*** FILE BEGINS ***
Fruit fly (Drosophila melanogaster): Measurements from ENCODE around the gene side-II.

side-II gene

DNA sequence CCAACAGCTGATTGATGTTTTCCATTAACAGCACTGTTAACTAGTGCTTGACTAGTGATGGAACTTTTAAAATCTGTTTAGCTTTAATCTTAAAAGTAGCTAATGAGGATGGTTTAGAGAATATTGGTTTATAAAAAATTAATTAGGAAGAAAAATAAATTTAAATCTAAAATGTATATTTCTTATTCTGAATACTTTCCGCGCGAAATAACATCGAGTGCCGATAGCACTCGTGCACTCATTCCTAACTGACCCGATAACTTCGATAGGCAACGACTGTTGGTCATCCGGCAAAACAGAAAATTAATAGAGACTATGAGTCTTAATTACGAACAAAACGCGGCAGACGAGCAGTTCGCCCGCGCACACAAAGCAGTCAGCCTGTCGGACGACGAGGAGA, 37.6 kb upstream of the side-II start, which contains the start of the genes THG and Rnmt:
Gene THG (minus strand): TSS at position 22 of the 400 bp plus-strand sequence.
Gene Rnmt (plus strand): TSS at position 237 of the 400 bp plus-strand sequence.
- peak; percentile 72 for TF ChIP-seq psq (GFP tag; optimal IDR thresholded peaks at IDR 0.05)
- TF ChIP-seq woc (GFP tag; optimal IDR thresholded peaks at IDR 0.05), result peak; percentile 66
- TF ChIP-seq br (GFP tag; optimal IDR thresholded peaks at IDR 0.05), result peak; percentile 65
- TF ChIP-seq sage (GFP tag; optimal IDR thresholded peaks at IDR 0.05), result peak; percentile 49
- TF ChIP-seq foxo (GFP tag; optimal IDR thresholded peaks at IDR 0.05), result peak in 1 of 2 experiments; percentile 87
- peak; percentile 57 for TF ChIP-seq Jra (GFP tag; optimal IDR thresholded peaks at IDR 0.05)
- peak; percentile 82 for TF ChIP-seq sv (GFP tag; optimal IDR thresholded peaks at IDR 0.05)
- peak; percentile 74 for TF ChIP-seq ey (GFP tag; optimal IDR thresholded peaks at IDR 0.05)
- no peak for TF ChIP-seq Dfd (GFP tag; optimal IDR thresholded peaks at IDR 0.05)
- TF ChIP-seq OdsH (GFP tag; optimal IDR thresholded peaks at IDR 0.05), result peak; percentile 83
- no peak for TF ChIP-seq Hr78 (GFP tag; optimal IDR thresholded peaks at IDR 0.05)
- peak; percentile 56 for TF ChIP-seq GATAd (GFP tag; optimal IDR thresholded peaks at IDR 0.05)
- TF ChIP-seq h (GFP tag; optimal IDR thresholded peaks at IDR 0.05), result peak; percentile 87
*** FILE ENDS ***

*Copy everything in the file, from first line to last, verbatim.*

Fruit fly (Drosophila melanogaster): Measurements from ENCODE around the gene side-II.

side-II gene

DNA sequence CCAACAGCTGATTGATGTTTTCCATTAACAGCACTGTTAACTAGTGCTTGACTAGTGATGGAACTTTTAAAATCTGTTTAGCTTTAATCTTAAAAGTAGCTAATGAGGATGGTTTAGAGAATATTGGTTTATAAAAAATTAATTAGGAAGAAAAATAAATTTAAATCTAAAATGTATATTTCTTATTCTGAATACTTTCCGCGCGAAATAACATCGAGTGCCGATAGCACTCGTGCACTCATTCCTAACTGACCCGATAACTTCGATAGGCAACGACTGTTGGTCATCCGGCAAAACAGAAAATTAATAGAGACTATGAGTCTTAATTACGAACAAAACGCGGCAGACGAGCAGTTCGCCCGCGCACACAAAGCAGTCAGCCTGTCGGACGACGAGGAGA, 37.6 kb upstream of the side-II start, which contains the start of the genes THG and Rnmt:
Gene THG (minus strand): TSS at position 22 of the 400 bp plus-strand sequence.
Gene Rnmt (plus strand): TSS at position 237 of the 400 bp plus-strand sequence.
- peak; percentile 72 for TF ChIP-seq psq (GFP tag; optimal IDR thresholded peaks at IDR 0.05)
- TF ChIP-seq woc (GFP tag; optimal IDR thresholded peaks at IDR 0.05), result peak; percentile 66
- TF ChIP-seq br (GFP tag; optimal IDR thresholded peaks at IDR 0.05), result peak; percentile 65
- TF ChIP-seq sage (GFP tag; optimal IDR thresholded peaks at IDR 0.05), result peak; percentile 49
- TF ChIP-seq foxo (GFP tag; optimal IDR thresholded peaks at IDR 0.05), result peak in 1 of 2 experiments; percentile 87
- peak; percentile 57 for TF ChIP-seq Jra (GFP tag; optimal IDR thresholded peaks at IDR 0.05)
- peak; percentile 82 for TF ChIP-seq sv (GFP tag; optimal IDR thresholded peaks at IDR 0.05)
- peak; percentile 74 for TF ChIP-seq ey (GFP tag; optimal IDR thresholded peaks at IDR 0.05)
- no peak for TF ChIP-seq Dfd (GFP tag; optimal IDR thresholded peaks at IDR 0.05)
- TF ChIP-seq OdsH (GFP tag; optimal IDR thresholded peaks at IDR 0.05), result peak; percentile 83
- no peak for TF ChIP-seq Hr78 (GFP tag; optimal IDR thresholded peaks at IDR 0.05)
- peak; percentile 56 for TF ChIP-seq GATAd (GFP tag; optimal IDR thresholded peaks at IDR 0.05)
- TF ChIP-seq h (GFP tag; optimal IDR thresholded peaks at IDR 0.05), result peak; percentile 87